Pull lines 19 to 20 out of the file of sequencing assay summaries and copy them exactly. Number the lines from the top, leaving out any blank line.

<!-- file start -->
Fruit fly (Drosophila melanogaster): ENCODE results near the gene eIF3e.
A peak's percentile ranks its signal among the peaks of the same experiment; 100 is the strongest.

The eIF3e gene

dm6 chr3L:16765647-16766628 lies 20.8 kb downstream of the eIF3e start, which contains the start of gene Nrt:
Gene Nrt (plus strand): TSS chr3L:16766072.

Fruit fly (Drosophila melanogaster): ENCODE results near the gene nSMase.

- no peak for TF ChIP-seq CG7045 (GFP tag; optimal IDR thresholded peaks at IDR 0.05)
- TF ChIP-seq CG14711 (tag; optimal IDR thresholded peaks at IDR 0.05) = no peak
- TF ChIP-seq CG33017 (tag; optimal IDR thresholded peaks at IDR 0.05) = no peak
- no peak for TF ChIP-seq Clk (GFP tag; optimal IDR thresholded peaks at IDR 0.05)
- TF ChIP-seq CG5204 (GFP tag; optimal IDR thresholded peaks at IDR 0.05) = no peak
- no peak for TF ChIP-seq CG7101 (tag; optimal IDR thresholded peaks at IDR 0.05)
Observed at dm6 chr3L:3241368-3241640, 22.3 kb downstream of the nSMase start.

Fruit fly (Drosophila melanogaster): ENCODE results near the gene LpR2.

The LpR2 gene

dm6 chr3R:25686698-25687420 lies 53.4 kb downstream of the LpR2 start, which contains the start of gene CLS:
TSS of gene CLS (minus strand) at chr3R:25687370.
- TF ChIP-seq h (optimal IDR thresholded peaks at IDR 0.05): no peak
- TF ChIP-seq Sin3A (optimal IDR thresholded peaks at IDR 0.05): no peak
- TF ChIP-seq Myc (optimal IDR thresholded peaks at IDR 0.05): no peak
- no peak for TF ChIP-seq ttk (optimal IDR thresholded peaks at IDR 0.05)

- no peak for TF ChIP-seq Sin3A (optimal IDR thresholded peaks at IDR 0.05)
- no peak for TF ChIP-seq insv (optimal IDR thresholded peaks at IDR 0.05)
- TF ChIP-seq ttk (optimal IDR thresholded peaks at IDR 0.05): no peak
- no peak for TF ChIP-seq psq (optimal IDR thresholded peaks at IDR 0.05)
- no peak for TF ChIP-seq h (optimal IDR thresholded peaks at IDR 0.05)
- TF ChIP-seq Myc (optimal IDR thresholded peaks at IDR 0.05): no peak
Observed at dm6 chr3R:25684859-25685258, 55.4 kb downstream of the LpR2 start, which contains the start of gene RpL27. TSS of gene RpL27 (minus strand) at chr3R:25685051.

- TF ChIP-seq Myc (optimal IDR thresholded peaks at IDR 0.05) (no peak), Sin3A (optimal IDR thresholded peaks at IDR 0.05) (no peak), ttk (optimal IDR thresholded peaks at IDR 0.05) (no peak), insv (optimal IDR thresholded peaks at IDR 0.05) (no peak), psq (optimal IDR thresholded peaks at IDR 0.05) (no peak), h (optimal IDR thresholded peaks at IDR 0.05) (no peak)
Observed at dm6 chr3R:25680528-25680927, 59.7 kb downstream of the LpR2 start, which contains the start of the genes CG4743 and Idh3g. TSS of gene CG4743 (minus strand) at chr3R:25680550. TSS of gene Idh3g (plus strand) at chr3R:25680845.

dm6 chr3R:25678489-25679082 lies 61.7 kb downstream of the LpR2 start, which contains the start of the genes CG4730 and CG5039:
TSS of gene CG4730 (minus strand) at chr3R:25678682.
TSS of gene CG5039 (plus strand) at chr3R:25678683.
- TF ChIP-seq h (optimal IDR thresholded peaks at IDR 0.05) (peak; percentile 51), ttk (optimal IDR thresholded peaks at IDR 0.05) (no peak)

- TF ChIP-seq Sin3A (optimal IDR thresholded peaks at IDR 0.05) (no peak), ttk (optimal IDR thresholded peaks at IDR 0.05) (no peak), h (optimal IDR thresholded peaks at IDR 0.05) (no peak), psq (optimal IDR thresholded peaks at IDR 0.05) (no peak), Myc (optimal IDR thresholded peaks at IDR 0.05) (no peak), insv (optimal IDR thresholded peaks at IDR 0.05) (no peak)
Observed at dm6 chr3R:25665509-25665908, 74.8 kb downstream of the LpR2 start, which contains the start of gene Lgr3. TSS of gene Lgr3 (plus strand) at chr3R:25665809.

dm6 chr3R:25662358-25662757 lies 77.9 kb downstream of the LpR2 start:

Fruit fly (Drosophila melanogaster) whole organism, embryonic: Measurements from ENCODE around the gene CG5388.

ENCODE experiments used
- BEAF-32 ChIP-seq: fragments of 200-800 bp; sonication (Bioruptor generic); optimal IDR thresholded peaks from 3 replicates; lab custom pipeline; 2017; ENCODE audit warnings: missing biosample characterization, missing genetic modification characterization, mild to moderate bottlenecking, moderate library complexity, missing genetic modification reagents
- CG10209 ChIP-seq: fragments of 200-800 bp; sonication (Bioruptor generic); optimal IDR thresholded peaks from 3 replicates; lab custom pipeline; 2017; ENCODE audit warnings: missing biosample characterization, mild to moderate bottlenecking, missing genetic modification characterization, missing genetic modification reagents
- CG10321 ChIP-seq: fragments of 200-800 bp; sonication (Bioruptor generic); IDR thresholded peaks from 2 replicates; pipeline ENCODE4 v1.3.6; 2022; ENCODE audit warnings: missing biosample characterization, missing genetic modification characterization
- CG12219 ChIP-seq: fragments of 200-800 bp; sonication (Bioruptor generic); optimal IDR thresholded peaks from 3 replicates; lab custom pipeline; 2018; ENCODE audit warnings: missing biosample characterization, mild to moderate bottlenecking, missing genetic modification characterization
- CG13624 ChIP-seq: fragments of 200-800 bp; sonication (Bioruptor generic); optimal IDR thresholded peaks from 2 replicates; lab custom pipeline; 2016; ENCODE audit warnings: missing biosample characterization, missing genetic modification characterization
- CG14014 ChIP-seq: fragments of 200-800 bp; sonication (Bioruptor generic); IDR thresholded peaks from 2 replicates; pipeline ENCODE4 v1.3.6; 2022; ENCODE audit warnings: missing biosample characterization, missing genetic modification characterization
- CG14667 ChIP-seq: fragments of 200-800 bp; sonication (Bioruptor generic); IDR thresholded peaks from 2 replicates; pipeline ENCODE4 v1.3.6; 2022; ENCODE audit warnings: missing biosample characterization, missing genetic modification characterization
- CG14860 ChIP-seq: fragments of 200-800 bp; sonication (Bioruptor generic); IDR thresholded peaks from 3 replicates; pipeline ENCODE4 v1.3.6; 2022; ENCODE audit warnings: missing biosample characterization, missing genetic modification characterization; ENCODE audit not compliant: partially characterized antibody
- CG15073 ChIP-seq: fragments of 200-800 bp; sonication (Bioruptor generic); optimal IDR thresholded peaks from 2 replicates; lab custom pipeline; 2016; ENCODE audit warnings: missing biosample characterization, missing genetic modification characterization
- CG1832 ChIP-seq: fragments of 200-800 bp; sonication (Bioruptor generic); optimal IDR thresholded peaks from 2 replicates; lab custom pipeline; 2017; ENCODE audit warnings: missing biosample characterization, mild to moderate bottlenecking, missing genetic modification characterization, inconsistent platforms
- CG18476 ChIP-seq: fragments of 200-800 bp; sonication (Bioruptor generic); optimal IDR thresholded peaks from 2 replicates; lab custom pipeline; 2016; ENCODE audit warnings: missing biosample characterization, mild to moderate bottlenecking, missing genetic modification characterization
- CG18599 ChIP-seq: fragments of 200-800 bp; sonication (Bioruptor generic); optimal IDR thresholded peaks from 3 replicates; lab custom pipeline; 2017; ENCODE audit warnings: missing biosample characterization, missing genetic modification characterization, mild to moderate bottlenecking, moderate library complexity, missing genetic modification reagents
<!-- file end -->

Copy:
- TF ChIP-seq Sin3A (optimal IDR thresholded peaks at IDR 0.05): no peak
- TF ChIP-seq Myc (optimal IDR thresholded peaks at IDR 0.05): no peak